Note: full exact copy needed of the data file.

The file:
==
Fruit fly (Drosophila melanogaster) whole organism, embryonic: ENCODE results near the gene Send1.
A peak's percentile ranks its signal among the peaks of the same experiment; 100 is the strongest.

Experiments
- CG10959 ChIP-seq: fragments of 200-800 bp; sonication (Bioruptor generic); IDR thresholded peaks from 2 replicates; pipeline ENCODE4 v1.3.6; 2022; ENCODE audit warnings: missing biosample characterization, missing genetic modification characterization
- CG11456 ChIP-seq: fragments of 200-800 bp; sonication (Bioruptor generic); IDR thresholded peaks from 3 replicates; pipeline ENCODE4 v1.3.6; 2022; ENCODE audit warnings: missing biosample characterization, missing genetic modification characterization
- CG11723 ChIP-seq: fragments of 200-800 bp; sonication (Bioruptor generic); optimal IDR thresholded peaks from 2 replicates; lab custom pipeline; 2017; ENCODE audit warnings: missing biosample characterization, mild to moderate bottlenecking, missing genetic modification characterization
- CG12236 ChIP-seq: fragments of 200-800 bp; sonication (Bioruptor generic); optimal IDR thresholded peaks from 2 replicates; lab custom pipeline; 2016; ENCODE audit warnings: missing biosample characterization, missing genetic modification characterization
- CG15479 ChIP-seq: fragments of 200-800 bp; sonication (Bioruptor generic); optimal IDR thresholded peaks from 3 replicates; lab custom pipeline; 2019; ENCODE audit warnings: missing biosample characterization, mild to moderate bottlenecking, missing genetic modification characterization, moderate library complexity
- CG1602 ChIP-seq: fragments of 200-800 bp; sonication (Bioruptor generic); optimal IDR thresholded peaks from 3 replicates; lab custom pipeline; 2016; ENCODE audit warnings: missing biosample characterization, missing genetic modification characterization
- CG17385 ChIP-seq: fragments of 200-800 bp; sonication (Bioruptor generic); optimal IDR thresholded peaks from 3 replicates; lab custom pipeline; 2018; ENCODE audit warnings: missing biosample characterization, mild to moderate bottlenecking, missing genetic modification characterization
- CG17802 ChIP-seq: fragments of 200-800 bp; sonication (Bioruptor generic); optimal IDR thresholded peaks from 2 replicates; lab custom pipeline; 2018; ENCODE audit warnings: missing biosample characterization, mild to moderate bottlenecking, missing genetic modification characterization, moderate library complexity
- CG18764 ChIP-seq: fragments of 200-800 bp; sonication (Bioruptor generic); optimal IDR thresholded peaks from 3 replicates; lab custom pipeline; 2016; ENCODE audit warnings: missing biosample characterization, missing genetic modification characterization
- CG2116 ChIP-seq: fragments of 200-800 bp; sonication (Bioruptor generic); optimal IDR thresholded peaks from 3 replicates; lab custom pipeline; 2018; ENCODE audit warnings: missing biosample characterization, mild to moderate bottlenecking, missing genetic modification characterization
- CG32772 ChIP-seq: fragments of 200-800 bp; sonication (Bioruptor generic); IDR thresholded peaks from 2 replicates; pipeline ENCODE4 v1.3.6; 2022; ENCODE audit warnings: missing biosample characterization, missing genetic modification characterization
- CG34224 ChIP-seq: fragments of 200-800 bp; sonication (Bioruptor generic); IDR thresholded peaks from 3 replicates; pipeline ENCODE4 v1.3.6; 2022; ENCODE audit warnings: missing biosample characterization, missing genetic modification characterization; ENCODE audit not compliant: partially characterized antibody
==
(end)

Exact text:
Fruit fly (Drosophila melanogaster) whole organism, embryonic: ENCODE results near the gene Send1.
A peak's percentile ranks its signal among the peaks of the same experiment; 100 is the strongest.

Experiments
- CG10959 ChIP-seq: fragments of 200-800 bp; sonication (Bioruptor generic); IDR thresholded peaks from 2 replicates; pipeline ENCODE4 v1.3.6; 2022; ENCODE audit warnings: missing biosample characterization, missing genetic modification characterization
- CG11456 ChIP-seq: fragments of 200-800 bp; sonication (Bioruptor generic); IDR thresholded peaks from 3 replicates; pipeline ENCODE4 v1.3.6; 2022; ENCODE audit warnings: missing biosample characterization, missing genetic modification characterization
- CG11723 ChIP-seq: fragments of 200-800 bp; sonication (Bioruptor generic); optimal IDR thresholded peaks from 2 replicates; lab custom pipeline; 2017; ENCODE audit warnings: missing biosample characterization, mild to moderate bottlenecking, missing genetic modification characterization
- CG12236 ChIP-seq: fragments of 200-800 bp; sonication (Bioruptor generic); optimal IDR thresholded peaks from 2 replicates; lab custom pipeline; 2016; ENCODE audit warnings: missing biosample characterization, missing genetic modification characterization
- CG15479 ChIP-seq: fragments of 200-800 bp; sonication (Bioruptor generic); optimal IDR thresholded peaks from 3 replicates; lab custom pipeline; 2019; ENCODE audit warnings: missing biosample characterization, mild to moderate bottlenecking, missing genetic modification characterization, moderate library complexity
- CG1602 ChIP-seq: fragments of 200-800 bp; sonication (Bioruptor generic); optimal IDR thresholded peaks from 3 replicates; lab custom pipeline; 2016; ENCODE audit warnings: missing biosample characterization, missing genetic modification characterization
- CG17385 ChIP-seq: fragments of 200-800 bp; sonication (Bioruptor generic); optimal IDR thresholded peaks from 3 replicates; lab custom pipeline; 2018; ENCODE audit warnings: missing biosample characterization, mild to moderate bottlenecking, missing genetic modification characterization
- CG17802 ChIP-seq: fragments of 200-800 bp; sonication (Bioruptor generic); optimal IDR thresholded peaks from 2 replicates; lab custom pipeline; 2018; ENCODE audit warnings: missing biosample characterization, mild to moderate bottlenecking, missing genetic modification characterization, moderate library complexity
- CG18764 ChIP-seq: fragments of 200-800 bp; sonication (Bioruptor generic); optimal IDR thresholded peaks from 3 replicates; lab custom pipeline; 2016; ENCODE audit warnings: missing biosample characterization, missing genetic modification characterization
- CG2116 ChIP-seq: fragments of 200-800 bp; sonication (Bioruptor generic); optimal IDR thresholded peaks from 3 replicates; lab custom pipeline; 2018; ENCODE audit warnings: missing biosample characterization, mild to moderate bottlenecking, missing genetic modification characterization
- CG32772 ChIP-seq: fragments of 200-800 bp; sonication (Bioruptor generic); IDR thresholded peaks from 2 replicates; pipeline ENCODE4 v1.3.6; 2022; ENCODE audit warnings: missing biosample characterization, missing genetic modification characterization
- CG34224 ChIP-seq: fragments of 200-800 bp; sonication (Bioruptor generic); IDR thresholded peaks from 3 replicates; pipeline ENCODE4 v1.3.6; 2022; ENCODE audit warnings: missing biosample characterization, missing genetic modification characterization; ENCODE audit not compliant: partially characterized antibody